Monday, December 17, 2007


Make no mistake, peak oil is a reality.

Oil prices hover around $100 a barrel, European truckers strike over

escalating diesel costs, while the IEA warns of a pending supply crunch. Energy reserves are running short.

Or are they? To listen to some experts -- and there are so many -- all the hoopla surrounding the recent surge in oil prices is simply a bump in the road, a road worry-free for your SUV in coming decades.

Vikram Mehta, Chairman of the Shell Group of Companies in India claims it's just the natural economic cycle of oil. Demand, he says, will slow in response to high prices, much as the spring will follow a hard winter.

Others go further. John Cassidy, writing for Conde Nast, believes oil prices could easily fall to $30 a barrel. A return to $1.50 a gallon at the pump might not be out of the picture.

A majority of industry insiders are quick to dispel any talk of limited reserves and rising prices.

But why, then, is the National Petroleum Council warning of no quick fixes? Experts ought to agree, but on this subject they never do. In the same Conde Nast article, Faith Birol, chief economist for Paris-based IEA, preaches that the wheels may fall off the global economy. Meanwhile, the Hirsch Report, published by the DoE in 2005, admits peak oil will happen, and that it's arrival may be unheralded.

Sifting for clues to our energy future can be as hazardous as extracting hydrocarbons through 20,000 feet of rock beneath the seabed. And the returns may be just as fruitless. Is it even possible to distill truth from tale anymore?

It is if you follow basic logic. For instance, logic dictates that oil if finite. (There's a fringe belief in something called abiotic oil, but it lacks scientific validation.) With a finite oil supply, you utilize large, accessible, reserves first. Over time these reserves dwindle. You need to discover new ones. At first easy, this process becomes harder. New sites become difficult to develop, due to their location in extreme topography. Returns -- energy extracted minus energy utilized in retrieval-- decrease. New technology is needed to reach extreme reserves. This requires still more time, money, and energy. All of this further reduces profits. Eventually it makes little economic sense to continue working a source.

In abundant times, there is oil for everybody. While supply and demand is affected by politics, war, and Wall Street speculation, the flow remains moderately steady and prices predictable. Thanks to a reliable supply, economies thrive and industry expands (along with population), resulting in a demand for more oil. A demand for more oil is met by the production of more oil. No problem.

Until the demand for oil grows past our ability to supply it. This is the nightmare scenario that is peak oil. Unless new oil discoveries continue at or above the pace of oil production, reserves will decrease and eventually disappear. Unfortunately for those still promoting a positive future, this nightmare has already begun: in 1980 production first surpassed new discoveries, and we've been motoring toward global depletion ever since.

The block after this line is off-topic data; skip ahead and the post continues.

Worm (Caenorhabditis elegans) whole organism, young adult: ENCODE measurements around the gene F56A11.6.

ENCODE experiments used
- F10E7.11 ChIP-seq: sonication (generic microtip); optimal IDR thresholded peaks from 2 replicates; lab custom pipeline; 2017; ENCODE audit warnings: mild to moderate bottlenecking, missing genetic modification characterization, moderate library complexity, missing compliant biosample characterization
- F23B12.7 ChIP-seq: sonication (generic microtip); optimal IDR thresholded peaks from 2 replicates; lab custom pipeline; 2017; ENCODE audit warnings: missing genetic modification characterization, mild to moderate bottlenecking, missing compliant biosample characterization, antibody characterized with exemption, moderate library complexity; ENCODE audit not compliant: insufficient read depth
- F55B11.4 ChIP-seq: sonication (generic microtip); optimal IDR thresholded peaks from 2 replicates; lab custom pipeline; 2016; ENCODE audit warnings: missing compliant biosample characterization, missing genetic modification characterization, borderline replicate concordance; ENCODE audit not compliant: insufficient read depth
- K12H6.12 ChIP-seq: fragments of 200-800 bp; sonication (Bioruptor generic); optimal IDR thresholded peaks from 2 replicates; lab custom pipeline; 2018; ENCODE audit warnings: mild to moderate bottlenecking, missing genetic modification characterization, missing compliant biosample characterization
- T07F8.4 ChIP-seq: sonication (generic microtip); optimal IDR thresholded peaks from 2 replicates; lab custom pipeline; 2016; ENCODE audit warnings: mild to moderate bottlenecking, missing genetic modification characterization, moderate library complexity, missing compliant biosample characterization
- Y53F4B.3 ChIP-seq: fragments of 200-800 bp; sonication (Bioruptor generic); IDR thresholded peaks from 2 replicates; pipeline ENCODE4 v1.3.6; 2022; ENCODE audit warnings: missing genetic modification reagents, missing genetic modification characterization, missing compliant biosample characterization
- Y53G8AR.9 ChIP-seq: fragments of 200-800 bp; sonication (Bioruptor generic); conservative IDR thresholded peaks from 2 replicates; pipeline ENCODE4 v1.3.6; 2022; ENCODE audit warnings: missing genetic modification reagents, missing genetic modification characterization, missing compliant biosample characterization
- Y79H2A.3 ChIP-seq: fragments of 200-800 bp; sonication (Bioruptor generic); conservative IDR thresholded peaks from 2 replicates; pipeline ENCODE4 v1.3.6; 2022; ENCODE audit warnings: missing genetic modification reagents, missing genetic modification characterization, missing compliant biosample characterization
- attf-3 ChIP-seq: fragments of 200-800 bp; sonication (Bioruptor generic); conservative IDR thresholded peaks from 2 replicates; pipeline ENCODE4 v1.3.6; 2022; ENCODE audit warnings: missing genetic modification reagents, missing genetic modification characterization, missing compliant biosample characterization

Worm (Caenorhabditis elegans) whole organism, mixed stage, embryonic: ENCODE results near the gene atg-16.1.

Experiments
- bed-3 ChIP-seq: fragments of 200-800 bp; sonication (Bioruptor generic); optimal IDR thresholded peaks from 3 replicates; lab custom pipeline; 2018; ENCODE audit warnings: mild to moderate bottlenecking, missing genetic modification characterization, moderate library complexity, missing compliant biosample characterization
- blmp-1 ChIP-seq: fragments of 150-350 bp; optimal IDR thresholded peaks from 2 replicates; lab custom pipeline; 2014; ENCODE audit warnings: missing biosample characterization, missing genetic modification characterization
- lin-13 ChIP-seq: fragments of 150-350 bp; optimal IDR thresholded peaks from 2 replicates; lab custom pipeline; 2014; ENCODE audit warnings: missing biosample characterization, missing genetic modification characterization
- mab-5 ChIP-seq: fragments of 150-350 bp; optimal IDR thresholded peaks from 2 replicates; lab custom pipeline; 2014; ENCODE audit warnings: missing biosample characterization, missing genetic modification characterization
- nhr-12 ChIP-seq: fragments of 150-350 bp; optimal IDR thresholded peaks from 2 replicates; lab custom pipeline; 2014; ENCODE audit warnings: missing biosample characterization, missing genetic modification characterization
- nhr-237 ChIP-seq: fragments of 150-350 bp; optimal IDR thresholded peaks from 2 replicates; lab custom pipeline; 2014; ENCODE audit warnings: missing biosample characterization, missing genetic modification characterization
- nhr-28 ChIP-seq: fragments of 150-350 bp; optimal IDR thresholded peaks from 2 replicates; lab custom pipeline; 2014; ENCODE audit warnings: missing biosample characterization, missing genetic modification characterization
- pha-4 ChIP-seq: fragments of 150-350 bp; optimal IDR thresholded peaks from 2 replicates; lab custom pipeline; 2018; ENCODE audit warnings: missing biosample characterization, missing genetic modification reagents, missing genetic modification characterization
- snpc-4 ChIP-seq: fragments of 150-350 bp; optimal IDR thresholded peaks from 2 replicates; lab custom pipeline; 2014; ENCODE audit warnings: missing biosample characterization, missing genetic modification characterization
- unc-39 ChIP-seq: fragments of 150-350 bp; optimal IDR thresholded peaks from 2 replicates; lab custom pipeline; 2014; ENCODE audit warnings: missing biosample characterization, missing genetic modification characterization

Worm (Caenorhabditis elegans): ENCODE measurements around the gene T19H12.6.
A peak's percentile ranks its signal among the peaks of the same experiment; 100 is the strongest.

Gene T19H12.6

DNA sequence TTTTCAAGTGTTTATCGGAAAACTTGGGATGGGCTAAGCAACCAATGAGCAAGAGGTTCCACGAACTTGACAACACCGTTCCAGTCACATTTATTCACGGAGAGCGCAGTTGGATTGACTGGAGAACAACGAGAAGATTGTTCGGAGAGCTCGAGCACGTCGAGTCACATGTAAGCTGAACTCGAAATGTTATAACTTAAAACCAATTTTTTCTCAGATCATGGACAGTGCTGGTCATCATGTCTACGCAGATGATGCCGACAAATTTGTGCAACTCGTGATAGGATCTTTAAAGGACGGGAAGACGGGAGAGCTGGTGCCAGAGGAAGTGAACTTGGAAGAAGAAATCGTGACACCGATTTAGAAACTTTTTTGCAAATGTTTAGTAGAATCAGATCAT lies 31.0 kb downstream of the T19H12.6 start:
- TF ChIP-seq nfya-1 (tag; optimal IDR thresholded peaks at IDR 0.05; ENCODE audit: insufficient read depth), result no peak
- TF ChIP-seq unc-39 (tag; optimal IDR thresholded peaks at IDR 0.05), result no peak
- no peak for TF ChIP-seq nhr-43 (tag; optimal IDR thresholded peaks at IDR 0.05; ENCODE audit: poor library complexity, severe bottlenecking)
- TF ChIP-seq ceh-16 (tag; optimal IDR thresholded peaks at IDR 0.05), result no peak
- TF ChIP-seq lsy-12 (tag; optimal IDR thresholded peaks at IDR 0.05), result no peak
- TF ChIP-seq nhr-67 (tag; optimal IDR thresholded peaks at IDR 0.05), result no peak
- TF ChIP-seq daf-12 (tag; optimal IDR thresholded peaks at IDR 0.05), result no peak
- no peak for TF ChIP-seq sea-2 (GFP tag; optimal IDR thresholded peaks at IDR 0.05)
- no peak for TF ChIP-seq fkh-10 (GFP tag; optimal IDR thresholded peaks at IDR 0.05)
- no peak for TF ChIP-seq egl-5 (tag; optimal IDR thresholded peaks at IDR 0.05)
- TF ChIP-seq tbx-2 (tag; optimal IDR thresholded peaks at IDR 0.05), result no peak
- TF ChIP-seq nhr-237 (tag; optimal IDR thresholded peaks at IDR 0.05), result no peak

Unless we cap oil production and start investing in alternative energy sources, the world's future remains bleak. How soon countries such as ours begin feeling the pinch beyond the pump depends on several factors, not least of which is the rate of industrial growth in China and India. In China, that growth has resulted in a near-doubling of oil production in the first six years of this century.

It's just the start. The IEA expects a 50% rise in global oil demand by 2030, a demand that will rise faster than our ability to supply it.

In response, Saudi Arabia has imposed a limit on capacity expansion, while non-OPEC nations are beginning to limit access to their valuable supplies.

The oil industry, in collusion with government, has long sought to keep a lid on this issue. Knowing how much oil remains untapped is a function of guesswork and fuzzy math, which allows the industry to lie about reserve levels. In a recent scandal, Shell admitted inflating its reserves by 20%. However, even the best kept secrets cannot survive global economic recession. 2008 promises to visit a recession on the United States. It's a backlash that will be felt across the planet.

Since the Hirsch Report estimates any transition away from fossil fuels requires 20 years to implement, it may already be too late to avoid disaster. This has led some to speculate that our best defense against the coming crisis is some form of radical population control.

Perhaps another way to avoid such Draconian measures may exist in the skies above us, rather than the ground below. The Sun, after all, is our one inexhaustible power supply. Peak oil is real, but before we bury our drill heads in depleted Middle Eastern sands, we might first want to raise our eyes heavenward, in hopes of cosmic redemption.

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Anonymous said...

Stuff I didn't know before and am depressed to know now. The article was easy to read and really informative. I appreciated it. Thanks for writing it... and maybe something a little more cheerful next time!

AJ Lavender said...

Thanks for the feedback. I appreciate it. And, I promise,the next article will be light-hearted...I'll be looking at some recent developments in the Himalayas, where news crews are once again searching for the elusive Yeti!